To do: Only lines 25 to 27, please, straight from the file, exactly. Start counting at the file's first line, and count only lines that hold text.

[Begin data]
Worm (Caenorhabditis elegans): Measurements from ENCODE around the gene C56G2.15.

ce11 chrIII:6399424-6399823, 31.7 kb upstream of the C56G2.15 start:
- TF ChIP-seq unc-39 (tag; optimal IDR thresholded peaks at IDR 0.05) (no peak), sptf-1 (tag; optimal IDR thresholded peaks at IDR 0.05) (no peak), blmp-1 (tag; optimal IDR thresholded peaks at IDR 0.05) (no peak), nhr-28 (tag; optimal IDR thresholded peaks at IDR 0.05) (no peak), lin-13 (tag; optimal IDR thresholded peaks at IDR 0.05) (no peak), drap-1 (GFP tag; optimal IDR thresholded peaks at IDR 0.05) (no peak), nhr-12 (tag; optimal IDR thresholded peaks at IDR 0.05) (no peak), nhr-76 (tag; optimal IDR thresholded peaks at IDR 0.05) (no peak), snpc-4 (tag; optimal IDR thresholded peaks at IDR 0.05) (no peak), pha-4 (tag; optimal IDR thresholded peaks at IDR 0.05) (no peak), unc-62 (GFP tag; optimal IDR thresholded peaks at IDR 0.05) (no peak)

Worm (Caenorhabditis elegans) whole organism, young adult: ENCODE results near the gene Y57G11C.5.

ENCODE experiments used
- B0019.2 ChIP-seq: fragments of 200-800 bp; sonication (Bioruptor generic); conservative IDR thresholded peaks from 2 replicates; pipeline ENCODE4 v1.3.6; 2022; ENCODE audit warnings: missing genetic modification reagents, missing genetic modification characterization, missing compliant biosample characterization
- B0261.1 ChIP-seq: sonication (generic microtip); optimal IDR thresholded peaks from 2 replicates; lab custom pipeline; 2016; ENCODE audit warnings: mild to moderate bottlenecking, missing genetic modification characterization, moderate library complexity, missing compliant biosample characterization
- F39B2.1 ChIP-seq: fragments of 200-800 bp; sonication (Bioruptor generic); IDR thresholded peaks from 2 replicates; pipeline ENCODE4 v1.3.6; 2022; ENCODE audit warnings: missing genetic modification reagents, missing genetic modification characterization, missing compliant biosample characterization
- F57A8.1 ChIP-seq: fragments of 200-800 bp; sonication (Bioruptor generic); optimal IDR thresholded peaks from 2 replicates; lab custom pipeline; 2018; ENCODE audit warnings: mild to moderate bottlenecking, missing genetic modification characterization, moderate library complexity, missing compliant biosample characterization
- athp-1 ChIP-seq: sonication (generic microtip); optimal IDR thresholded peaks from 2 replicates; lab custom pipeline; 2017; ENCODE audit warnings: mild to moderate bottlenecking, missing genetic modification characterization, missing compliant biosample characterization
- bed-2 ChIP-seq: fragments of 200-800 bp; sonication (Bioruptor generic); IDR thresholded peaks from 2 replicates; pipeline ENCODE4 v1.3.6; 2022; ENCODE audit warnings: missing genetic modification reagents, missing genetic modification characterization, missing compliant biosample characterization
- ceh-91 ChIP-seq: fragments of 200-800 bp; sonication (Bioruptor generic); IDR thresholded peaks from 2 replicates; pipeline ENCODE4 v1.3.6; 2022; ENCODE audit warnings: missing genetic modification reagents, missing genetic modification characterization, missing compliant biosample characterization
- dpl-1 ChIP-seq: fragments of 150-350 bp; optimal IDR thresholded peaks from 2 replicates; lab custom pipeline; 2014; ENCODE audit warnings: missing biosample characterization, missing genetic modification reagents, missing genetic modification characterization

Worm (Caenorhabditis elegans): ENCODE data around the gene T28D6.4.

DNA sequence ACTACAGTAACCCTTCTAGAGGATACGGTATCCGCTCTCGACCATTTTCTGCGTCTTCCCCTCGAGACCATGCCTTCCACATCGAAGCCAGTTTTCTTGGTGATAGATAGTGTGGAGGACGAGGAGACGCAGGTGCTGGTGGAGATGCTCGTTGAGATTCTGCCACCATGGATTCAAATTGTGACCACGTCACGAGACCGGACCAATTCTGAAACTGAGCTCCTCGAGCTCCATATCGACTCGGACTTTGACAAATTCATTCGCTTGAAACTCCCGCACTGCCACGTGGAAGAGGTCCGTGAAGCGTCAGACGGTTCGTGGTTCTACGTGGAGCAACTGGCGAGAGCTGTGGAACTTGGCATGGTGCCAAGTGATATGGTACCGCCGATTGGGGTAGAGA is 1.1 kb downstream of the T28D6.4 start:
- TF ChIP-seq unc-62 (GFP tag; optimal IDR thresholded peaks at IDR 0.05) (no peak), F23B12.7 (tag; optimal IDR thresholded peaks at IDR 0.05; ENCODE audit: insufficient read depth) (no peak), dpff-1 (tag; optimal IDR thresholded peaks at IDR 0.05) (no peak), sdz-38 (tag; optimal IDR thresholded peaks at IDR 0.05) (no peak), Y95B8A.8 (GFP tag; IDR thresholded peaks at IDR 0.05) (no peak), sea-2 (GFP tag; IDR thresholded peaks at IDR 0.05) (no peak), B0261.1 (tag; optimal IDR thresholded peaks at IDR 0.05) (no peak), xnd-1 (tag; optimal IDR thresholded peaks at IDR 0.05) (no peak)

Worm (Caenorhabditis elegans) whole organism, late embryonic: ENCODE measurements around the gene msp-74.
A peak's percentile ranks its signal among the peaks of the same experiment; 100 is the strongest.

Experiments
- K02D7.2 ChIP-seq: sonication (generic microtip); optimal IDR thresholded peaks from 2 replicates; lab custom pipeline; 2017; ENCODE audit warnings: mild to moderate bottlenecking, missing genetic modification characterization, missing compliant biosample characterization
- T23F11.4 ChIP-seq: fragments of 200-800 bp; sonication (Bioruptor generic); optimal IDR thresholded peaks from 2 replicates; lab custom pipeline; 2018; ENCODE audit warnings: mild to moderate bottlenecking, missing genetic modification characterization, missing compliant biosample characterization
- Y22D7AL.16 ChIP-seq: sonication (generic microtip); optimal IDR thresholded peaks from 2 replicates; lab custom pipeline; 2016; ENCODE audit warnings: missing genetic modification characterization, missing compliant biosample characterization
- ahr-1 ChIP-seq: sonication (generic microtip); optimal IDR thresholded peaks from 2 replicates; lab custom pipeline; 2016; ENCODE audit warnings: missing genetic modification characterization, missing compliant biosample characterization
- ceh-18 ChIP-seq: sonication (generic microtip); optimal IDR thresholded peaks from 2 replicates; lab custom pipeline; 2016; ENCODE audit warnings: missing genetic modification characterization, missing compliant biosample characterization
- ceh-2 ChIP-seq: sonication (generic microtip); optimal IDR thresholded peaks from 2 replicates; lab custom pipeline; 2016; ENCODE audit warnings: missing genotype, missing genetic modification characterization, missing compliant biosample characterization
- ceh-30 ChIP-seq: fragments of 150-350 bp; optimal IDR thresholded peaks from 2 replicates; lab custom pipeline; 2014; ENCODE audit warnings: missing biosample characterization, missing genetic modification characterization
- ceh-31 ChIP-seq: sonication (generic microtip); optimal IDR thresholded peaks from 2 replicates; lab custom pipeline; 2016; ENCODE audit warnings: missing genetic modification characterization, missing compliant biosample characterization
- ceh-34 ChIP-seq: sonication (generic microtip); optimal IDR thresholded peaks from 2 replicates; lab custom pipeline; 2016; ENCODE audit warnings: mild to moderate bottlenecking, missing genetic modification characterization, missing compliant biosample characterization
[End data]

- ceh-2 ChIP-seq: sonication (generic microtip); optimal IDR thresholded peaks from 2 replicates; lab custom pipeline; 2016; ENCODE audit warnings: missing genotype, missing genetic modification characterization, missing compliant biosample characterization
- ceh-30 ChIP-seq: fragments of 150-350 bp; optimal IDR thresholded peaks from 2 replicates; lab custom pipeline; 2014; ENCODE audit warnings: missing biosample characterization, missing genetic modification characterization
- ceh-31 ChIP-seq: sonication (generic microtip); optimal IDR thresholded peaks from 2 replicates; lab custom pipeline; 2016; ENCODE audit warnings: missing genetic modification characterization, missing compliant biosample characterization